Discovering the imagery of American female illustrators

December 1, 2014

Before Thanksgiving, I was talking to a colleague at the J. Paul Leonard Library about how students have changed in recent years. She referred me to the 2012 Learning Curve Study: How College Graduates Solve Problems Once They Join the Workplace, by Alison J. Head.

Reading this small but intriguing study, I encourage any reader who enjoys this blog to explore on their own, I will share primary resources used as I go along.


Known as a woman ahead of her time, Katherine Pyle (1863-1938) was a brilliant and vital individual whose career would never eclipse that of her older brother Howard Pyle. Pyle’s first published work was a childhood poem called “The Piping Shepherd” that appeared in Atlantic Monthly. She studied art at the Philadelphia School of Design for Women, and with her brother at the Drexel Institute. Howard encouraged his sister to pursue a career in writing and illustrating books and included her verses in his book called The Wonder Clock, or Four and Twenty Marvelous Tales, One for Each Day of the Week (1887) published by Harper & Brothers.

Raised in the Quaker faith, Katherine Pyle became an active member of the Swedenborgian Church, and was known for her immense community spirit. Pyle was greatly concerned with local troubled youth that led to her involvement with the Juvenile Court in Wilmington, Delaware where she pressed for social reforms, often helping those in need, even at her own expense. Friends fondly remember her for having one blue eye and one brown eye.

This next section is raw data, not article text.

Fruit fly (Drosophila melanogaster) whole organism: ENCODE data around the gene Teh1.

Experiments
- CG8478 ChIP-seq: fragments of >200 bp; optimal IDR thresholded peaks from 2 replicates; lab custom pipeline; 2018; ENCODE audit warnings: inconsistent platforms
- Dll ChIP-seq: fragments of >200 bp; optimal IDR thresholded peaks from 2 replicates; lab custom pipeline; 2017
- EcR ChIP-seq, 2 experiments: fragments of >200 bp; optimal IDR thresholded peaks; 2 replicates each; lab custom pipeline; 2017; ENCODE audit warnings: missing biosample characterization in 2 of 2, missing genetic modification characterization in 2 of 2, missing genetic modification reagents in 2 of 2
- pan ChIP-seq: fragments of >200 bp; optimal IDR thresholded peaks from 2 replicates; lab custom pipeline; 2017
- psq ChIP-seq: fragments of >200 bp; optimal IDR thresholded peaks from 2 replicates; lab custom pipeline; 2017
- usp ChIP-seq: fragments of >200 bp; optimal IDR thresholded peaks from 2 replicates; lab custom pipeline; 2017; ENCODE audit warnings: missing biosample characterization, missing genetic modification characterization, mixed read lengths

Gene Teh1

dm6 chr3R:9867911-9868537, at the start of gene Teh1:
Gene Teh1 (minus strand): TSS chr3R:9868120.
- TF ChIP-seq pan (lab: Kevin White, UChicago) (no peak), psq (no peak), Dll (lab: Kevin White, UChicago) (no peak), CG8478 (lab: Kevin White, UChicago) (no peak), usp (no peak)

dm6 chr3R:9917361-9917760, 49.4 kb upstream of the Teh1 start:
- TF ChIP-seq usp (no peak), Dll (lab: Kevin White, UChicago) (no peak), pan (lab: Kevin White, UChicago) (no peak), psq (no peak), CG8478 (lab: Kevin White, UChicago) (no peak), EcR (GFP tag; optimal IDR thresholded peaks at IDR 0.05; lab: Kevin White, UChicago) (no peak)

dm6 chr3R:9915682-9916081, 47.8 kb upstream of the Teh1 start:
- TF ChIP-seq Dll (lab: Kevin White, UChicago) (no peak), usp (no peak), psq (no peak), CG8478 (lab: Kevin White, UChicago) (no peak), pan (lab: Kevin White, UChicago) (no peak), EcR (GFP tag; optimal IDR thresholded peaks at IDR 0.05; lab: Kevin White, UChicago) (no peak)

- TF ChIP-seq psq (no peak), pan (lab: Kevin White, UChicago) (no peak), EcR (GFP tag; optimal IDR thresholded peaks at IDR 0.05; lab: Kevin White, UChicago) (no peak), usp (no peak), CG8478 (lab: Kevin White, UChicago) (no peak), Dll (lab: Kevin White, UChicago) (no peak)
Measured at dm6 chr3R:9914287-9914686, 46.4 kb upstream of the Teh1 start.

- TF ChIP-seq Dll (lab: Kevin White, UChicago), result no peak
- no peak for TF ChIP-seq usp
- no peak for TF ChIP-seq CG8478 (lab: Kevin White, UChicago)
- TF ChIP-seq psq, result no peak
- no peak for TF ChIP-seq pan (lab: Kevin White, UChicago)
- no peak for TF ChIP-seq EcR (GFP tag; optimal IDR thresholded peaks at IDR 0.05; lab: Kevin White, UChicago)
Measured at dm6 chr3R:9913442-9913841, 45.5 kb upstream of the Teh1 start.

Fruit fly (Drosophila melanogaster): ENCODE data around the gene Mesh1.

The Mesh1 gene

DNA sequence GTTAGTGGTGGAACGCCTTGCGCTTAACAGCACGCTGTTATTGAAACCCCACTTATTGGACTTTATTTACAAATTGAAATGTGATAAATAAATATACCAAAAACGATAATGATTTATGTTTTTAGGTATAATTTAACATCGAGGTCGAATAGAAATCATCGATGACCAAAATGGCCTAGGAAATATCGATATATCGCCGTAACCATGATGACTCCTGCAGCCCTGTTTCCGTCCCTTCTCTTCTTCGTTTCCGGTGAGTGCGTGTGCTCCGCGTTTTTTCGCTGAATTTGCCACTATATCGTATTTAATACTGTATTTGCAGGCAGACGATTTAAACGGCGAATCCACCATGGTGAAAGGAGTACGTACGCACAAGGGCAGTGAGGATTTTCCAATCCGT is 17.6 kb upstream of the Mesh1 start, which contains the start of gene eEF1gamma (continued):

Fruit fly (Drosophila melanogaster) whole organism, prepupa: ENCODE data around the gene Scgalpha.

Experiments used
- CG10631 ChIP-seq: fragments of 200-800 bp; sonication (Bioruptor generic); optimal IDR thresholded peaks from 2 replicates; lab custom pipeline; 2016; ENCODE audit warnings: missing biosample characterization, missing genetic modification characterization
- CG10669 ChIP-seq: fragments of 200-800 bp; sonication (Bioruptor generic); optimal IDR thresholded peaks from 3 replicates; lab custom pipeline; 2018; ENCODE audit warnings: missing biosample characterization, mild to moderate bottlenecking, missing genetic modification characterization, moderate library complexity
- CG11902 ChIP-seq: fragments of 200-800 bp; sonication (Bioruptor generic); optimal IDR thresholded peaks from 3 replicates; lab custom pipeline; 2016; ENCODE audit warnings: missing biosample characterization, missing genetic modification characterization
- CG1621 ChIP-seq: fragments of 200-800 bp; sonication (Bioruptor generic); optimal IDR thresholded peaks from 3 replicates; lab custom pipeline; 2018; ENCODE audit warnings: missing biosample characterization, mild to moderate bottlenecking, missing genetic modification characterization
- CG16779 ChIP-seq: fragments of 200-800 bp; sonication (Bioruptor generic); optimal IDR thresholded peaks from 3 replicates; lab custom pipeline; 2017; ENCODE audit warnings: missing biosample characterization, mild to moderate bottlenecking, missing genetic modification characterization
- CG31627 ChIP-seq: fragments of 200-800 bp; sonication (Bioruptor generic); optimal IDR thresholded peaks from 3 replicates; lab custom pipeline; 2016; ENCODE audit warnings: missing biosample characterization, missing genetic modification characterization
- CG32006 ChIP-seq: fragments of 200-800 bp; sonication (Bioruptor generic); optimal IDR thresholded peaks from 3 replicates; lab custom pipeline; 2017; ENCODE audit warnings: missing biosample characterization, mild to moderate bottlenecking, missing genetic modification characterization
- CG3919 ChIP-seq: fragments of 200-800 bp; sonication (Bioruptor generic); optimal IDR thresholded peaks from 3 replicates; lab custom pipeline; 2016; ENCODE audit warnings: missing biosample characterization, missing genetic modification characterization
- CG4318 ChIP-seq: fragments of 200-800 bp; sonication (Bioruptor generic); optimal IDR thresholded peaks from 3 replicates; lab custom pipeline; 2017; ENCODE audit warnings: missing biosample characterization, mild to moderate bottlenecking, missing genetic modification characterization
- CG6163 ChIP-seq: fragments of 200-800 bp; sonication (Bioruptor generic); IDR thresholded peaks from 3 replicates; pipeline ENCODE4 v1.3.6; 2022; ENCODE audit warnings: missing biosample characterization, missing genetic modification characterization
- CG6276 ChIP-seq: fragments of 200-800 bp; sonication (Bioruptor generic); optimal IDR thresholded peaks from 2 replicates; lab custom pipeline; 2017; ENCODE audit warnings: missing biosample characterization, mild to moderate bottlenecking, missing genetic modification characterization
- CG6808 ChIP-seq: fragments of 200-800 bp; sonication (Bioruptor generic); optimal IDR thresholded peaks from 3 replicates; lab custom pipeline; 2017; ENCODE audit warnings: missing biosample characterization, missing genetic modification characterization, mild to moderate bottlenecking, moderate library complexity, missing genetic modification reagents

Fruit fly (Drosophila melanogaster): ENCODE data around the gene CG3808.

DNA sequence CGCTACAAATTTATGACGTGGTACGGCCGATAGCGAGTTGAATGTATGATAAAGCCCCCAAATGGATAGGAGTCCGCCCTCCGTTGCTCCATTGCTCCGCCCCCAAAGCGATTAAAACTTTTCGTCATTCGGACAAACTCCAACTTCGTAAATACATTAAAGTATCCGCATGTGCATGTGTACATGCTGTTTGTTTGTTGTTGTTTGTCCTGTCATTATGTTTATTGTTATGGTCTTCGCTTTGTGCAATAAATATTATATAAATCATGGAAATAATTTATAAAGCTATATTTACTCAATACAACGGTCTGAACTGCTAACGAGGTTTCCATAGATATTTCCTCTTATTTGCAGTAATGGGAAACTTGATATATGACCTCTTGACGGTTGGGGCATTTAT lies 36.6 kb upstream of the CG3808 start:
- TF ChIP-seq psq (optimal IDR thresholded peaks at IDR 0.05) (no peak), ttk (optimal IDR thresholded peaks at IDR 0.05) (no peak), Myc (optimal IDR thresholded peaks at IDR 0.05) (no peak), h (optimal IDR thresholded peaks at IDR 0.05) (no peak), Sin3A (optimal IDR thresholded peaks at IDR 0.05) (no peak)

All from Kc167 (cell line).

During her career, Pyle illustrated about thirty books including the 1925 edition of Black Beauty by Anna Sewell. Early in here career, she collaborated with Drexel classmates including Jessie Wilcox Smith, Sarah S. Stilwell Weber and Bertha Carson Day; often providing texts for others to publish as first publications. Although she illustrated a number of books for other authors, her own stories were drawn from myths, fairy tales, nursery rhymes, and animal stories.

As a prominent female artist of her day, Pyle’s work was at times controversial due to her dramatic imagery for fairy tales and myths. In 1923, the editor of Child Life upon receiving two of her fairy tales commented that their editorial policy was to keep out “the horror element and adult experience from Child Life stories as much as possible.” Pyle contended that evil always defeated itself in traditional fairy tales and that good always triumphed. Pyle’s artwork is reminiscent to Howard’s illustrative style; although her compositions tend to be less complex, and she employed vibrant color for great effect.

The Katherine Pyle Papers are available in Special Collections at the University of Delaware Library:

Illustration by Katherine Pyle; “Dragon Rearing up to Reach Medieval Knight on Ledge online:

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